These distortions mean that not only might a device have a unique filter shape, but that filter shape might change with frequency. At least one processor I am aware of has EQ filters that get narrower as frequency climbs. Several have filters that become lopsided, narrower on the higher frequency side, as frequency rises above 10kHz. This behavior is even more unlikely to match that of other processors, further complicating the work of even a careful technician trying to match up loudspeaker presets using measurement software.

Passing Shots

Figure 6: The settings from one processor do NOT always transfer correctly to another, and the differences are NOT subtle.

If this article has made anything clear, it should be that it is impossible to assume that settings from one processor will transfer correctly to another, even if the two processors are in the same product line from the same manufacturer. Figure 6 shows all of the name brand processor measurements I received for this article: the differences are not subtle. If you are lucky your settings might only be off by 3dB, which represents a serious tonal change. Unless you have taken the time to carefully match settings in your preferred DSP to a measurement of the proper settings in the recommended DSP, it is extremely unlikely that your loudspeaker will be processed correctly.

The consequence of using the wrong DSP, or the wrong settings, is often a poor impression of the connected loudspeaker. When different rental suppliers of the same loudspeaker each use different DSPs, the loudspeaker sounds different depending on who provided it. Several loudspeaker manufacturers have therefore been smart enough to force end users to buy into their complete system solution, including their amplifiers and their DSP. Every manufacturer of powered loudspeakers has done the same.

It is annoying to try to work with a loudspeaker that does not perform to expectations. It wastes time in troubleshooting, ruins the behavior of arrays, and makes you question yourself as an engineer. If in doubt, load a stock settings file for the loudspeaker into the DSP and see if the problems go away. Furthermore, make sure the DSP provided is one that the loudspeaker manufacturer supports: most only support one DSP. Modern loudspeakers require precise and complex processing to function as intended. Don’t let a simple misconfiguration ruin your show.

Bennett Prescott is Director of North American Sales for ADRaudio, a European powered loudspeaker manufacturer, and co-owner of He lives in Connecticut, and can be reached at [email protected]

Special thanks go to Adam Robinson, Arthur Skudra, Chris Davis, Christian Tepfer, Dave Stiles, David Karol, Harry Brill Jr., Ivan Beaver, Jay Barracato, Jelmer de Jong, John Neil, and Klaus Zimmerman for providing the measurements I used to create this article.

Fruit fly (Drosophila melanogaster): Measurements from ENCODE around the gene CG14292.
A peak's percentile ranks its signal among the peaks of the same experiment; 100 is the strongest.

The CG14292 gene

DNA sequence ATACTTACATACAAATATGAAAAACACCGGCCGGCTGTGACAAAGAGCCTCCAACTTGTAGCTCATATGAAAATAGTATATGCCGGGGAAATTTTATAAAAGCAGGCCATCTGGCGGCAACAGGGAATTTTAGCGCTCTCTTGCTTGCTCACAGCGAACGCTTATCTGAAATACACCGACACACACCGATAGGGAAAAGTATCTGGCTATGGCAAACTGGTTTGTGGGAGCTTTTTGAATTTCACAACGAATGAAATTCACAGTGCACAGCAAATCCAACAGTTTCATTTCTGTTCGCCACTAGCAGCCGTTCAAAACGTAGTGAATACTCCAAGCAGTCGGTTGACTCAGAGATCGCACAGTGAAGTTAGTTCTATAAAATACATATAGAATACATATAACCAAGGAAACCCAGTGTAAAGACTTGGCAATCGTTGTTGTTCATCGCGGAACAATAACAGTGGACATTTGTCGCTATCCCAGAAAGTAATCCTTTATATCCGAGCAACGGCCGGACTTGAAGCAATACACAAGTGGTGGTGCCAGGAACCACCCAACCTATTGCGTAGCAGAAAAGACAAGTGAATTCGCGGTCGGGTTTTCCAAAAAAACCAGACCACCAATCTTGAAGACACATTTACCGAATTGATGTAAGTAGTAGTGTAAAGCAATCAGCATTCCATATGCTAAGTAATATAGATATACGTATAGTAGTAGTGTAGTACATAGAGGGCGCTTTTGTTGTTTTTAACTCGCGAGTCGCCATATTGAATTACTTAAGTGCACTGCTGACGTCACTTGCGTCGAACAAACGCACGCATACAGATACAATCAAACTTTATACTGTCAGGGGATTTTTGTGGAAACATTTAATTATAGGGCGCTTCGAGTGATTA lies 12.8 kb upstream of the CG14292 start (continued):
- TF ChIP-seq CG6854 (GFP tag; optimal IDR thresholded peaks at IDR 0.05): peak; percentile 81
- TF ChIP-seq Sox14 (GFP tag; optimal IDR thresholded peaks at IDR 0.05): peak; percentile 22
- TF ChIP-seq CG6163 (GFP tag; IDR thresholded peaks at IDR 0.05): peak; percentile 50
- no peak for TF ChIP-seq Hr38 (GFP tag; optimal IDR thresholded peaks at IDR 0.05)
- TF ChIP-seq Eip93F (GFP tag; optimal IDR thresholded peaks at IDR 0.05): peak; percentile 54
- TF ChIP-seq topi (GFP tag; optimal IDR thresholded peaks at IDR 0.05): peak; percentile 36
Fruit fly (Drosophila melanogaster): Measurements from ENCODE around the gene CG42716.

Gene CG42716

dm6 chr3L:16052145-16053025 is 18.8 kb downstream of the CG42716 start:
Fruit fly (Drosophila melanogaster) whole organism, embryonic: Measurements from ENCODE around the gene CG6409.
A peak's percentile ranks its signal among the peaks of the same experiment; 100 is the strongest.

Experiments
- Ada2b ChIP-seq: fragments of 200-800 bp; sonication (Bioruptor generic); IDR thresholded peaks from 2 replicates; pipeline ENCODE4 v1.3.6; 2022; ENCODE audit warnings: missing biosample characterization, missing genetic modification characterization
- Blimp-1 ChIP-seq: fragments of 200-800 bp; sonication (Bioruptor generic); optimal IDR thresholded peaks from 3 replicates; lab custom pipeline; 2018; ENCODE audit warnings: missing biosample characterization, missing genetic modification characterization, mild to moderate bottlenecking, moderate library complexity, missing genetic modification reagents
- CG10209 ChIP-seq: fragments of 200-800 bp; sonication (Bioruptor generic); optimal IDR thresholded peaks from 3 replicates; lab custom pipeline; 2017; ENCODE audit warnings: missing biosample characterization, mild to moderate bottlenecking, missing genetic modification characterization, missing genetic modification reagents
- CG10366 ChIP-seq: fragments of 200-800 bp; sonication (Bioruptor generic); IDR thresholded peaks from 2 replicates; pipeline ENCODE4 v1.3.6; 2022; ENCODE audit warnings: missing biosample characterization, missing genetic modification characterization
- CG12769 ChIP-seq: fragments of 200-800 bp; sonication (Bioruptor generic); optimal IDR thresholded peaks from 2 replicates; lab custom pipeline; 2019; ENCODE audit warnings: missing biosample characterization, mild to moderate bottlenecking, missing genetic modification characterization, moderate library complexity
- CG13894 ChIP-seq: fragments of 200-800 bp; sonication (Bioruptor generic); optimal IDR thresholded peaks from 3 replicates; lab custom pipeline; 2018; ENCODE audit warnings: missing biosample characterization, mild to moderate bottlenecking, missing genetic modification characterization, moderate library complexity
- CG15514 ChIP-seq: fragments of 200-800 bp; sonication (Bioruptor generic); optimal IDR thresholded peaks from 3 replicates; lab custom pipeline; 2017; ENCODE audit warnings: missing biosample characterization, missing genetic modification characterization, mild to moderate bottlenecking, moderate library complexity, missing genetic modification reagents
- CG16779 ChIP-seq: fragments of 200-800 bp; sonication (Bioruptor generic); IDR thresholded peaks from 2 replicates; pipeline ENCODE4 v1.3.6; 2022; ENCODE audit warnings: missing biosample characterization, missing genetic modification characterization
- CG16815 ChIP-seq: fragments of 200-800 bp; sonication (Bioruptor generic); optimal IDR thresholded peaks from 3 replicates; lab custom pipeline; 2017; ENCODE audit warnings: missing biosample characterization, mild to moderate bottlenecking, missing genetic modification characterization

Figure 1 courtesy of Dennis Bohn, Rane Corporation, from Rane Note 170: Bandwidth in Octaves Versus Q in Bandpass Filters. Available:


  1. [QUOTE=;][/QUOTE]
    It’s also up to the end user to know what they have in there arsenal and how it works. In the end it is your responsibility as the products user to understand all the technicalities of your gear and how it responds with other manufacturers gear. We live on the all inclusive digital cusp but we are still prone to mix and match impedance and operating levels because our gear can handle more than it’s 10 year old counterpart.

    I once worked for an install company where the “head audio” demanded that we use the recommended specs that were available from EAW. He didn’t understand relative phase or filter sets so it became a problem when the guy above him switched to a processor that changed bandwidth value. My method was always tune the box on the floor (throwing away the manufacturers specs) which gave me more accurate readings and told me if there was a defect in the box before it went into the air for a permanent install.

    Being that there are generally only two types of bandwidth, it does seem easy to standardize which one to use. Inversely since there are only two, it’s easy for us to learn how each works.

  2. Re: Article: A Tale of Two Processors

    [QUOTE=”Kip Conner, post: 12312″]

    Being that there are generally only two types of bandwidth, it does seem easy to standardize which one to use. Inversely since there are only two, it’s easy for us to learn how each works.[/QUOTE]

    Only two?